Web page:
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Retroviral RNA Dimerization and Packaging: The What, How, When, Where, and Why

  • Silas F. Johnson,

    Affiliation Department of Microbiology and Immunology, University of Michigan Medical School, Ann Arbor, Michigan, United States of America

  • Alice Telesnitsky

    Affiliation Department of Microbiology and Immunology, University of Michigan Medical School, Ann Arbor, Michigan, United States of America

The Encapsidated Viral Genome: What Is Packaged?

Retroviral genomic RNAs (gRNAs) are packaged as dimers, joined near their 5′ ends in non-covalent linkages that withstand modest heat treatment but dissociate at ∼65°C. Determinants of gRNA dimerization and recruitment for packaging map to the same ∼100 to ∼300 base regions and are, for the most part, physically and genetically inseparable [1]. Synthetic RNAs containing these sequences dimerize in vitro. Because transplanting these sequences onto a cell mRNA confers selective packaging, and ablating them greatly reduces gRNA packaging, these sequences are known as Ψ (psi), for “packaging signal” (Figure 1A) [2].

Figure 1. Retroviral RNA dimerization and packaging.

The description of retrovirus genomic RNA dimerization and packaging is based on a representative co-infected cell and depicts properties of C-type retroviruses such as HIV-1 and MLV. Note that this figure represents concepts schematically and is not intended to accurately represent structures or scale. (A) What is packaged: two genetically complete but nicked copies of plus sense gRNA (shown in red at top or green at bottom) are packaged within the capsid core and joined by a dimer linkage. The co-packaged gRNAs are condensed in the core and bound by NC (shown as green circles). (B) How gRNAs are recruited: initial gRNA dimerization occurs via kissing interactions between palindromic stem loops. Subsequent basepairing register-shifts that occur during dimer linkage maturation expose single-stranded NC binding motifs (indicated in yellow) that were previously basepaired and thus sequestered in gRNA monomers, allowing for Gag binding during recruitment. (C) When gRNAs associate in dimers: the point at which RNA dimerization partners first associate is different for HIV-1 and MLV. MLV gRNA dimers first associate near sites of transcription in the nucleus, which leads to disproportionately large amounts of one homodimer or the other (shown in red at top and green at bottom). HIV-1 gRNA dimers first associate in the cytoplasm, leading to a random assortment of homodimeric and heterodimeric gRNAs. (D) Where gRNAs join assembling virions: gRNAs may form subassemblies with Gag in the cytoplasm (shown at top) or may associate at the plasma membrane (shown at bottom) after active transport separate from all or most Gags. (E) Why two gRNAs are packaged: the packaging of two gRNAs may aid in packaging specificity as well as the promotion of genomic integrity. In addition, the packaging of two genetically distinct gRNAs (shown as a red/green heterodimer) promotes genetic recombination, which leads to genetic diversity in viral progeny.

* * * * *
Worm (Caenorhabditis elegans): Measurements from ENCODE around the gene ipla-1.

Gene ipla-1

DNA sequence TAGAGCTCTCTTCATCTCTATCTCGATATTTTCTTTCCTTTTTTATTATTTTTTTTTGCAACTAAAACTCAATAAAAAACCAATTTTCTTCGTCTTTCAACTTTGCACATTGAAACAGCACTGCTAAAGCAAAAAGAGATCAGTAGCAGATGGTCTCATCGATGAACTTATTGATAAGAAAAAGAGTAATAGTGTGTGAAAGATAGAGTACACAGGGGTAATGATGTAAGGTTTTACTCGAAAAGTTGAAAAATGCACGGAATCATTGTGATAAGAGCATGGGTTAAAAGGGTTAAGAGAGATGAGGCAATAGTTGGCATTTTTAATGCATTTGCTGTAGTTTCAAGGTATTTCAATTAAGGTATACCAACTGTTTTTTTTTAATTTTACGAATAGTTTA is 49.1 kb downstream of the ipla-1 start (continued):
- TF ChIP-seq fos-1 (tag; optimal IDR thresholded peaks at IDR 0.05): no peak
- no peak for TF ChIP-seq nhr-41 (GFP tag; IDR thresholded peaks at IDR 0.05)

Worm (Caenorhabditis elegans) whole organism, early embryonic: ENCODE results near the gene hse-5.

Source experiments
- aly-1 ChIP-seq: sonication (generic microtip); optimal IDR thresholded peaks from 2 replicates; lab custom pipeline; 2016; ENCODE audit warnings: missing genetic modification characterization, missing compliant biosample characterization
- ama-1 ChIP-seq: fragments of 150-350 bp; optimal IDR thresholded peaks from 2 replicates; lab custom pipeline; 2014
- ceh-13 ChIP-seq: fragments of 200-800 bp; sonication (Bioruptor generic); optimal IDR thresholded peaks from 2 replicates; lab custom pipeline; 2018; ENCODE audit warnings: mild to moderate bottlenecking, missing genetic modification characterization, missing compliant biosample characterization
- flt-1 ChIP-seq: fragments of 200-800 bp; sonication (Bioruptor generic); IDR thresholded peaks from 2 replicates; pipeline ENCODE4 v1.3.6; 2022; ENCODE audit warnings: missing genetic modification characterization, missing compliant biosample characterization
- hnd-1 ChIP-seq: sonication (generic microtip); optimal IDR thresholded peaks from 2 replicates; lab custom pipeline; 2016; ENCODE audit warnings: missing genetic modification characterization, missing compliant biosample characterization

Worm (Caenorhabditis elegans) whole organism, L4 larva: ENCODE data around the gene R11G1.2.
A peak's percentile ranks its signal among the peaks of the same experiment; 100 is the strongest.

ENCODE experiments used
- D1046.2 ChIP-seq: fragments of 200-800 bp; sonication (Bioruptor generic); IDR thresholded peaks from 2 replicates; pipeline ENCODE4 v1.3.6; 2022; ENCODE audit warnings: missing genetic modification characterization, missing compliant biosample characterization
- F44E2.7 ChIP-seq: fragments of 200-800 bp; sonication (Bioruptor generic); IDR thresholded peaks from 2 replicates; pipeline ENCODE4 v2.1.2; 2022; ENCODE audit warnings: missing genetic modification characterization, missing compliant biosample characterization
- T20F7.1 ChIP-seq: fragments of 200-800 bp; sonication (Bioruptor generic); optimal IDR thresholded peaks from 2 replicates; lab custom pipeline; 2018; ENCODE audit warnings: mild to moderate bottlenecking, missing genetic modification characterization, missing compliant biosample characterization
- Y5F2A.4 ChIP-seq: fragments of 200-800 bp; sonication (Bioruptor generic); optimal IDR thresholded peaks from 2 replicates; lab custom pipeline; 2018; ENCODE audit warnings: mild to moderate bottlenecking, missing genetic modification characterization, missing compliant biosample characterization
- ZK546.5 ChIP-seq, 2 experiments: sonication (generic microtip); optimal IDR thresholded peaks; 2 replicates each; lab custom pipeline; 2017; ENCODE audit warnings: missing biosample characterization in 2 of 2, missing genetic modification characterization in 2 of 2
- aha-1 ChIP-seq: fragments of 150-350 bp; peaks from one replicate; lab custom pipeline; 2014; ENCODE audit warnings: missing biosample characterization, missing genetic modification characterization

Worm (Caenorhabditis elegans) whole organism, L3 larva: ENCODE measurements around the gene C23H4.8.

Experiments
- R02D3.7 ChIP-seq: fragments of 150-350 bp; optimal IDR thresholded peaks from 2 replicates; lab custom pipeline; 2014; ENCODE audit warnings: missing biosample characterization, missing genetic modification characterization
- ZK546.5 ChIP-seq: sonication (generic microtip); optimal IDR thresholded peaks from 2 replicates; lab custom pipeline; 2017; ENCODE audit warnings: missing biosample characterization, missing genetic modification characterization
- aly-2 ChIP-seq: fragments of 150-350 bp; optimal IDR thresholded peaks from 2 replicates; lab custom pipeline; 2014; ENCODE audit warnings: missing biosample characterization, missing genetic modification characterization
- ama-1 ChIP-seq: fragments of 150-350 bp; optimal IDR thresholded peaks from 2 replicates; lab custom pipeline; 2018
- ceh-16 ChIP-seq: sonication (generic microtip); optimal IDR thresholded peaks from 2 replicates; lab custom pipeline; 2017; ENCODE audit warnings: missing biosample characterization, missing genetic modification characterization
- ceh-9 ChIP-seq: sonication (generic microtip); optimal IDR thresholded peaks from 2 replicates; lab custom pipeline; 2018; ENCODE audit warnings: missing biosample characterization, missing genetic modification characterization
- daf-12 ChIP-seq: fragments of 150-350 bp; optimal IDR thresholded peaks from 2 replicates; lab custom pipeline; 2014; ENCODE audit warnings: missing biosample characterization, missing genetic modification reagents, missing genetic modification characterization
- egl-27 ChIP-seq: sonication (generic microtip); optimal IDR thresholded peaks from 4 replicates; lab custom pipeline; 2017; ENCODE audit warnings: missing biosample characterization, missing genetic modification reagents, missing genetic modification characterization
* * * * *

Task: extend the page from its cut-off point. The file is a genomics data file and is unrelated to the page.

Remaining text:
Within virions, gRNAs are coated with a basic viral protein called nucleocapsid (NC) at a density of about one NC per five to eight RNA bases [3]. This nucleoprotein complex resides within the mature virion core. Total gRNA length, were it in an A-helix, exceeds the core inner diameter by more than 30-fold [4]. Thus, encapsidated gRNA is highly condensed. The co-packaged gRNAs likely are not aligned along their lengths because they are identical and cannot basepair in register, but the nature of their compaction is unknown.